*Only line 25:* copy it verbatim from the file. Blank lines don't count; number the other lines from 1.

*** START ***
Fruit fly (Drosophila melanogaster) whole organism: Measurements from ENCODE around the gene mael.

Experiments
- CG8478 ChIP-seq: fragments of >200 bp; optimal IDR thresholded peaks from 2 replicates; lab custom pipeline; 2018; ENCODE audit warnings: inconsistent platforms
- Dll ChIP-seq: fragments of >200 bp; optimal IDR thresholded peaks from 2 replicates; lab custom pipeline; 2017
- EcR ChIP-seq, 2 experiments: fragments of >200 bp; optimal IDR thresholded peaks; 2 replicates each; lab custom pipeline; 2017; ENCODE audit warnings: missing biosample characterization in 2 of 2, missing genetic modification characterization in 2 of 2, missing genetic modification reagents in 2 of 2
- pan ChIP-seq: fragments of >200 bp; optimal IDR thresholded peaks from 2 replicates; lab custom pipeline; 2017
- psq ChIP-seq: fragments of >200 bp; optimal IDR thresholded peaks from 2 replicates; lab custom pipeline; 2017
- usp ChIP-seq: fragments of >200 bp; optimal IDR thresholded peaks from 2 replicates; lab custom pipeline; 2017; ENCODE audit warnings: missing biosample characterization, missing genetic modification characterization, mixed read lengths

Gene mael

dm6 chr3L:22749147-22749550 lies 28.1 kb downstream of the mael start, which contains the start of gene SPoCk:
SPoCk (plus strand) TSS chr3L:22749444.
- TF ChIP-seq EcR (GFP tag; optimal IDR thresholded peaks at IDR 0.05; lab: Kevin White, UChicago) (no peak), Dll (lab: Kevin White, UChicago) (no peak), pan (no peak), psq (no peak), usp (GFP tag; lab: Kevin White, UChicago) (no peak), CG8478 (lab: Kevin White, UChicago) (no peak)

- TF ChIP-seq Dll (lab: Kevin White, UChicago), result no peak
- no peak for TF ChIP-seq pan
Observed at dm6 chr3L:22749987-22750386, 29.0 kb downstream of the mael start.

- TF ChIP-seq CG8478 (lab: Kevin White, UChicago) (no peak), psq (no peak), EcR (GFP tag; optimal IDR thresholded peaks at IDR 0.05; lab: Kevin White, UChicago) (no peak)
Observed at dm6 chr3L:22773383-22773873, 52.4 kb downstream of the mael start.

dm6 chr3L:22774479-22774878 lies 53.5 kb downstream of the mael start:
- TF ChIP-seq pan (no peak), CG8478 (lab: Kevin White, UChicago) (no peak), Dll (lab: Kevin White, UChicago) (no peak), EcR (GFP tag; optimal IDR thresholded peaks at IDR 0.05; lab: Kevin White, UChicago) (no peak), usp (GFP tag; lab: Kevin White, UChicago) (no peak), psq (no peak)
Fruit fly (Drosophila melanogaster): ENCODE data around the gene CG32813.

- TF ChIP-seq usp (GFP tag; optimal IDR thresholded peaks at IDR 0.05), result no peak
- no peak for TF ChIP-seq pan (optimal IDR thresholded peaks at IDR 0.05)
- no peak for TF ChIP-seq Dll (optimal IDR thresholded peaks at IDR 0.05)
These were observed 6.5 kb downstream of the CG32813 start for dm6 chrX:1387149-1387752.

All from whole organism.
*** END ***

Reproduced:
All from whole organism.